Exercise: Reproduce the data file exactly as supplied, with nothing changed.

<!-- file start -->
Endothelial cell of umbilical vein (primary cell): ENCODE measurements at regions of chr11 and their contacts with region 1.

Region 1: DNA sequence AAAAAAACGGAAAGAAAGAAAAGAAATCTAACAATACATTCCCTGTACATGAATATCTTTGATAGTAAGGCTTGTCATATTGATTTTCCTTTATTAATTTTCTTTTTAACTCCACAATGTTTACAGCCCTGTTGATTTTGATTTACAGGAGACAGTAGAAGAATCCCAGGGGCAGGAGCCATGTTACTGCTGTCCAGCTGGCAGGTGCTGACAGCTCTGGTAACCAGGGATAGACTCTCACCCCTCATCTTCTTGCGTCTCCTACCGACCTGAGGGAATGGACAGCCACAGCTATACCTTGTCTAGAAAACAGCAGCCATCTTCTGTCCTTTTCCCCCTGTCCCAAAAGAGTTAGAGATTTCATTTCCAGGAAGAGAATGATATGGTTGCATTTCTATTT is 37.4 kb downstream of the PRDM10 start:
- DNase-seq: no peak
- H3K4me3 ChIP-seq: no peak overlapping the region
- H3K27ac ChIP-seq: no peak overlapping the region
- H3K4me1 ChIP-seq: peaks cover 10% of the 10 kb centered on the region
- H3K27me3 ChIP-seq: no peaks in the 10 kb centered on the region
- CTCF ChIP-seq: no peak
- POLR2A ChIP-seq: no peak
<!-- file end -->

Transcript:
Endothelial cell of umbilical vein (primary cell): ENCODE measurements at regions of chr11 and their contacts with region 1.

Region 1: DNA sequence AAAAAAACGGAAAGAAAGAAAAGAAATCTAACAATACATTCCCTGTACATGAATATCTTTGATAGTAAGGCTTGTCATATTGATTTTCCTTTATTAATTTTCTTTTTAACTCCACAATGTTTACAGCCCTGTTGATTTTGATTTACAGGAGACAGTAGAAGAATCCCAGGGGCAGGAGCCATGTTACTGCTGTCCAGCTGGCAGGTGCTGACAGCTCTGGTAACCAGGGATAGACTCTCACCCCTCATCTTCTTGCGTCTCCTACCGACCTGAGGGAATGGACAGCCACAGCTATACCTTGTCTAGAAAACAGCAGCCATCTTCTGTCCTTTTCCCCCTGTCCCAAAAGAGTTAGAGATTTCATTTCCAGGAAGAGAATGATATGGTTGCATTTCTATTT is 37.4 kb downstream of the PRDM10 start:
- DNase-seq: no peak
- H3K4me3 ChIP-seq: no peak overlapping the region
- H3K27ac ChIP-seq: no peak overlapping the region
- H3K4me1 ChIP-seq: peaks cover 10% of the 10 kb centered on the region
- H3K27me3 ChIP-seq: no peaks in the 10 kb centered on the region
- CTCF ChIP-seq: no peak
- POLR2A ChIP-seq: no peak